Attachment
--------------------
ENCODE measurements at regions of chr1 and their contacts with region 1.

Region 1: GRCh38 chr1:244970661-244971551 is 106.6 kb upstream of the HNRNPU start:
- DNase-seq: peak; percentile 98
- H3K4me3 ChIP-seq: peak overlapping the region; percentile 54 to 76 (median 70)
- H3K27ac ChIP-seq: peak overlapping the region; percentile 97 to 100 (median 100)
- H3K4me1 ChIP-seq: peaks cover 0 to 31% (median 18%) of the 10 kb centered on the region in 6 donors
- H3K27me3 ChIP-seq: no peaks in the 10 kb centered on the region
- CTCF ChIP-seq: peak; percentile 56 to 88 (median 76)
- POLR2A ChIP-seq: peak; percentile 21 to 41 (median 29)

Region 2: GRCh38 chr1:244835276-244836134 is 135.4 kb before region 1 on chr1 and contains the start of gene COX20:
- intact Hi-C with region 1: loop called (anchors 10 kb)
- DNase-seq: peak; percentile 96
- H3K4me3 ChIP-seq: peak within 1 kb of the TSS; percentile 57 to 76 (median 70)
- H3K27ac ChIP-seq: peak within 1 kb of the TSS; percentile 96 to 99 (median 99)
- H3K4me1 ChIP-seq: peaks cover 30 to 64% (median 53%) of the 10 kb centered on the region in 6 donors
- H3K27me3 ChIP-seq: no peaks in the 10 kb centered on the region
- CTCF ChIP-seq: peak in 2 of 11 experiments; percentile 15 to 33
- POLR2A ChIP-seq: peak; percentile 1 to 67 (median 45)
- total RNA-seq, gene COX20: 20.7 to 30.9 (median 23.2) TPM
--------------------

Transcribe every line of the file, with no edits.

ENCODE measurements at regions of chr1 and their contacts with region 1.

Region 1: GRCh38 chr1:244970661-244971551 is 106.6 kb upstream of the HNRNPU start:
- DNase-seq: peak; percentile 98
- H3K4me3 ChIP-seq: peak overlapping the region; percentile 54 to 76 (median 70)
- H3K27ac ChIP-seq: peak overlapping the region; percentile 97 to 100 (median 100)
- H3K4me1 ChIP-seq: peaks cover 0 to 31% (median 18%) of the 10 kb centered on the region in 6 donors
- H3K27me3 ChIP-seq: no peaks in the 10 kb centered on the region
- CTCF ChIP-seq: peak; percentile 56 to 88 (median 76)
- POLR2A ChIP-seq: peak; percentile 21 to 41 (median 29)

Region 2: GRCh38 chr1:244835276-244836134 is 135.4 kb before region 1 on chr1 and contains the start of gene COX20:
- intact Hi-C with region 1: loop called (anchors 10 kb)
- DNase-seq: peak; percentile 96
- H3K4me3 ChIP-seq: peak within 1 kb of the TSS; percentile 57 to 76 (median 70)
- H3K27ac ChIP-seq: peak within 1 kb of the TSS; percentile 96 to 99 (median 99)
- H3K4me1 ChIP-seq: peaks cover 30 to 64% (median 53%) of the 10 kb centered on the region in 6 donors
- H3K27me3 ChIP-seq: no peaks in the 10 kb centered on the region
- CTCF ChIP-seq: peak in 2 of 11 experiments; percentile 15 to 33
- POLR2A ChIP-seq: peak; percentile 1 to 67 (median 45)
- total RNA-seq, gene COX20: 20.7 to 30.9 (median 23.2) TPM